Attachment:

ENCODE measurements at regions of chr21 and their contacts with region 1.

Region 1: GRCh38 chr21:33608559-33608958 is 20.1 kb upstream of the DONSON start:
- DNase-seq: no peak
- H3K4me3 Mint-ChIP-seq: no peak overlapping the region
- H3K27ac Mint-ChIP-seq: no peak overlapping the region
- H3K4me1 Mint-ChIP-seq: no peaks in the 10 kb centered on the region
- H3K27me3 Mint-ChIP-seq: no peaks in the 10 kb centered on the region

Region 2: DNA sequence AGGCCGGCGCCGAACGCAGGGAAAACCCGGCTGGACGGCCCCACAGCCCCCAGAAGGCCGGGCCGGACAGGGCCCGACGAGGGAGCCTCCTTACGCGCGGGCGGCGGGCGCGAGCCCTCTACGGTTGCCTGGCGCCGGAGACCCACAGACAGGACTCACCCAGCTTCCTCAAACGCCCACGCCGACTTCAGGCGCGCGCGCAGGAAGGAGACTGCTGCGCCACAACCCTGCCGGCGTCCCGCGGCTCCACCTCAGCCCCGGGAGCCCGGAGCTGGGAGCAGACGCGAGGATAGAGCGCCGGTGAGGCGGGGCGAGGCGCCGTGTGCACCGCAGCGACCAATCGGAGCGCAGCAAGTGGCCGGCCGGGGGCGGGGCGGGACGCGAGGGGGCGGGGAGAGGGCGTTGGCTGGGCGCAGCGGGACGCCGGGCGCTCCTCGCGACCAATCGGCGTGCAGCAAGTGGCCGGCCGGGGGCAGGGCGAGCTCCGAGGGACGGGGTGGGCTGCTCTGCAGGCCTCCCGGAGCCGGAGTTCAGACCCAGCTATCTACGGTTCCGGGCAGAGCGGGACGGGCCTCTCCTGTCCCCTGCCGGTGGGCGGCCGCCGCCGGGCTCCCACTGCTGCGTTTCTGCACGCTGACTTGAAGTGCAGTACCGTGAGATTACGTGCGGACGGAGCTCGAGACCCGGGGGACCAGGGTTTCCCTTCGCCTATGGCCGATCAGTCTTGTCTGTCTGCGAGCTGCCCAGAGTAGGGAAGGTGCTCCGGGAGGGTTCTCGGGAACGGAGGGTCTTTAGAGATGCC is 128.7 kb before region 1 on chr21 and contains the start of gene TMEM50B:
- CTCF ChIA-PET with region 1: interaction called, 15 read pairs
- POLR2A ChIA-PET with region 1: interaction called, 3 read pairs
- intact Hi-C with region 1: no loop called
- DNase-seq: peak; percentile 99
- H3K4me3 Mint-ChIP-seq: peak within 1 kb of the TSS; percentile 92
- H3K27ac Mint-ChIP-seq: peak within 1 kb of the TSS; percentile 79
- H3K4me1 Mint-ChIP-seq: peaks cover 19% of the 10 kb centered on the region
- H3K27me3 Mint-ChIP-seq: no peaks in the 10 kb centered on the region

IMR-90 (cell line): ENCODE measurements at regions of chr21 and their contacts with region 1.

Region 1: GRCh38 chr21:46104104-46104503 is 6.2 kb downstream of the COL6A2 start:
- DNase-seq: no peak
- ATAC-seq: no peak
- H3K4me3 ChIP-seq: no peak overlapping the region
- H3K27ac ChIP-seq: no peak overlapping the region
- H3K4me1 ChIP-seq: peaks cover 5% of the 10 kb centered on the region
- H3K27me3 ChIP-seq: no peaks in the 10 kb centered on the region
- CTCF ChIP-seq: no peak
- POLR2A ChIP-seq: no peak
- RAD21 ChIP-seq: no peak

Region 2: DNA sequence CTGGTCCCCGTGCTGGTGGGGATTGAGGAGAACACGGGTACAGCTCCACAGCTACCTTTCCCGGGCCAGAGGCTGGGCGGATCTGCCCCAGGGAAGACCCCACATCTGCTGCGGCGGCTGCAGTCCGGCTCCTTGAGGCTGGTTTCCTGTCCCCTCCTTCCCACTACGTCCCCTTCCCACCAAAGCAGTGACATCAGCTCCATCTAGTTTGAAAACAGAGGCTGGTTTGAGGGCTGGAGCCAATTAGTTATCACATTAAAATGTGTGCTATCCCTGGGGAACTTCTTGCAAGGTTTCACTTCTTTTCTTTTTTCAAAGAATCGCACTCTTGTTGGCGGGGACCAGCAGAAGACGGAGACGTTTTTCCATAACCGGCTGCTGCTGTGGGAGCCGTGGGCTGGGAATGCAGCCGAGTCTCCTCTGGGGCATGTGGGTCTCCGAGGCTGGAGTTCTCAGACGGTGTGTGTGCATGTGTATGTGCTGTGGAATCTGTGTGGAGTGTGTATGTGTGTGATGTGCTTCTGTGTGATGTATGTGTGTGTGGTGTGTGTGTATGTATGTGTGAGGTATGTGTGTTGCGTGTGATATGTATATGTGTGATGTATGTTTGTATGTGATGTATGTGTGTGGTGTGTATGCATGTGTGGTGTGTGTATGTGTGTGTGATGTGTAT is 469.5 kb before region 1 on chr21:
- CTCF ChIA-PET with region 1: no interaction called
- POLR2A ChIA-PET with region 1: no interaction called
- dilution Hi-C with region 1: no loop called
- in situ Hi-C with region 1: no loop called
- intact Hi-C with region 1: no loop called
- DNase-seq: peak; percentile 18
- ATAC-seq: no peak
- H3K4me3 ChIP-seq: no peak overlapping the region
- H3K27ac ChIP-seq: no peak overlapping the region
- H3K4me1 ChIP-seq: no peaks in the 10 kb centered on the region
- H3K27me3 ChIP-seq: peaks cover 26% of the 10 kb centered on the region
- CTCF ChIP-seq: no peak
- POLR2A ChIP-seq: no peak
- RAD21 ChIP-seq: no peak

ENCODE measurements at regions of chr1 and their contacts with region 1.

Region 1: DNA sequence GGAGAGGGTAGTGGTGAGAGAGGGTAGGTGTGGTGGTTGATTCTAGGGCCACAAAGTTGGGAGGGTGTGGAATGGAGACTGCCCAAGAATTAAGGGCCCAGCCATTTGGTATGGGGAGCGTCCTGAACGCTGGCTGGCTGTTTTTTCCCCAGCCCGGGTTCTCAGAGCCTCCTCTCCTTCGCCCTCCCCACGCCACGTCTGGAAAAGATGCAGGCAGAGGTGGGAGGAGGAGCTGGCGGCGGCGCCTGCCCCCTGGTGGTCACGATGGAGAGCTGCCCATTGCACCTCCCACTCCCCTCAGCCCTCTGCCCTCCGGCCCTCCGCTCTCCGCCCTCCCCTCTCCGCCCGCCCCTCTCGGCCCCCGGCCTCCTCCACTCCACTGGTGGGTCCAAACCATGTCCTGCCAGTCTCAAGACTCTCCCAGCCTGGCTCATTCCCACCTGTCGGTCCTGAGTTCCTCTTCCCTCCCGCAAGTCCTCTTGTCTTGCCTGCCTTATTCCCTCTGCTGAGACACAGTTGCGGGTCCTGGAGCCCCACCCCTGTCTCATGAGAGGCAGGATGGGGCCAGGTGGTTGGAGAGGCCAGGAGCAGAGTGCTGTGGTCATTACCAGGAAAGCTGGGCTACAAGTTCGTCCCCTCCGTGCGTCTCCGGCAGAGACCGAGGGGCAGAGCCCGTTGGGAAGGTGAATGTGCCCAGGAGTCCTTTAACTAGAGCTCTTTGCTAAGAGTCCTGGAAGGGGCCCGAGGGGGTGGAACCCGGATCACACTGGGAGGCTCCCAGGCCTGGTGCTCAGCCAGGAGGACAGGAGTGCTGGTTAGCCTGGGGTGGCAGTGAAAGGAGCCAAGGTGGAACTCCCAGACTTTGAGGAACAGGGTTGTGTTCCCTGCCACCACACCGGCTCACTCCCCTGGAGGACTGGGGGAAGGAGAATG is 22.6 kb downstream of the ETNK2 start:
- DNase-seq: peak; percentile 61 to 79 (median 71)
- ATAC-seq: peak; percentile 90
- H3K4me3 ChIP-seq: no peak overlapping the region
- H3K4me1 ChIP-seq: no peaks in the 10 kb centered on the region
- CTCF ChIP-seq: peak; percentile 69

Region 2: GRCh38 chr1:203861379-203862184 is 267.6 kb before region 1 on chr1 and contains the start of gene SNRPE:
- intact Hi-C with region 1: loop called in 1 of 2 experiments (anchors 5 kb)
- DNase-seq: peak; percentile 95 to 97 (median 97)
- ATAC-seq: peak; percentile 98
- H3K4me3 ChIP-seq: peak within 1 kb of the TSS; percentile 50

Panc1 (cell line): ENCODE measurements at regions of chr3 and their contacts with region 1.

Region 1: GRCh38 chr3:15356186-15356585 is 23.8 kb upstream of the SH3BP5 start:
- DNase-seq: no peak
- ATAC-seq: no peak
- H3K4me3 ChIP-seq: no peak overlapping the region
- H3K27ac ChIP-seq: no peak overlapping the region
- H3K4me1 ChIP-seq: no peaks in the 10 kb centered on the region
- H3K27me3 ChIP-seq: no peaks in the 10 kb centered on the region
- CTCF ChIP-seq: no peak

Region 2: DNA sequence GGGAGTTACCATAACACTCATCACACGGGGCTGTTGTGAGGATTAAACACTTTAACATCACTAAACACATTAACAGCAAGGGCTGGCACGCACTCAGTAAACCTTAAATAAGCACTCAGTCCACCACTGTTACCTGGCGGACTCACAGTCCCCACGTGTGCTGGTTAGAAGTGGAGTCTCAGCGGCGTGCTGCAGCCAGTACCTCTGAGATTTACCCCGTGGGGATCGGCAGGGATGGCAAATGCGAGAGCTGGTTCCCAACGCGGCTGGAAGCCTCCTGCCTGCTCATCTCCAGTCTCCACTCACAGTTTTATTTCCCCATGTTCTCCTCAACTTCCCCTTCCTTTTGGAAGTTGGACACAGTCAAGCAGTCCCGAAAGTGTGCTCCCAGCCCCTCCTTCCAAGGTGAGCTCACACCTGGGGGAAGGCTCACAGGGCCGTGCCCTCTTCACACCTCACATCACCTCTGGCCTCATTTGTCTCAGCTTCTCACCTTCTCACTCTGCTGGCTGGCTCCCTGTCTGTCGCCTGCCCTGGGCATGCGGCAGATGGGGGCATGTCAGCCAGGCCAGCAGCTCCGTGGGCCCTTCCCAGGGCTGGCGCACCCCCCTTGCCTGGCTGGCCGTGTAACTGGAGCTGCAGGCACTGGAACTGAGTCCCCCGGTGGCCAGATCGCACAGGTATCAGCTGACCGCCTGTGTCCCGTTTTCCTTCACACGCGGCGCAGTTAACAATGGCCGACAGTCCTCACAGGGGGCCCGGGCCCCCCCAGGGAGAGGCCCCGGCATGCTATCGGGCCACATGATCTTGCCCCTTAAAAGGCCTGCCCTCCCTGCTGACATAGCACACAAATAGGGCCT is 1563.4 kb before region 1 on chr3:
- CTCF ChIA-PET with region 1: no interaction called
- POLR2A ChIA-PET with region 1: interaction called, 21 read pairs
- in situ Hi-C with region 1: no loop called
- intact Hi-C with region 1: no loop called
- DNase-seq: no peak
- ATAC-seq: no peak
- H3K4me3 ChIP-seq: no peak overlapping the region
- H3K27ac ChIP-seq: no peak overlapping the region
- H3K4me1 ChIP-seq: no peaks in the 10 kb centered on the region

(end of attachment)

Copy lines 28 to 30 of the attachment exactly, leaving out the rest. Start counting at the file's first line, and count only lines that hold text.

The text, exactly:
Region 2: DNA sequence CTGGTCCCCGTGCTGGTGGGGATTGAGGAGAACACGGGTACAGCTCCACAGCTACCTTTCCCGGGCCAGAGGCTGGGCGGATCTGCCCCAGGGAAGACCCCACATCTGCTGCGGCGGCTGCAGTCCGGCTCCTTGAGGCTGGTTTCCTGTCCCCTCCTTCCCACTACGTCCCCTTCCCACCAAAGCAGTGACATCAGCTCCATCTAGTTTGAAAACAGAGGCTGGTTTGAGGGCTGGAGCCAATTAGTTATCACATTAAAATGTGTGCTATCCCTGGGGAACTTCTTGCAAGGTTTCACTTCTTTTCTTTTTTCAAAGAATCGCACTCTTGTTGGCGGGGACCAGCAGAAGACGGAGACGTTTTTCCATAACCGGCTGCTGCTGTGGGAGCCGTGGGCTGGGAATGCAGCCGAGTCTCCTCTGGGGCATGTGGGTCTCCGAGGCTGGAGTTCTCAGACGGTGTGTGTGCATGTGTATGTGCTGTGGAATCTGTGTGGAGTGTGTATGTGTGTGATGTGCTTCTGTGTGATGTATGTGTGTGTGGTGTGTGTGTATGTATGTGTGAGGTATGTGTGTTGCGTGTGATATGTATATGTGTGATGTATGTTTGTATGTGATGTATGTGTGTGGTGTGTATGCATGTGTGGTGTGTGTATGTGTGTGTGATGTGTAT is 469.5 kb before region 1 on chr21:
- CTCF ChIA-PET with region 1: no interaction called
- POLR2A ChIA-PET with region 1: no interaction called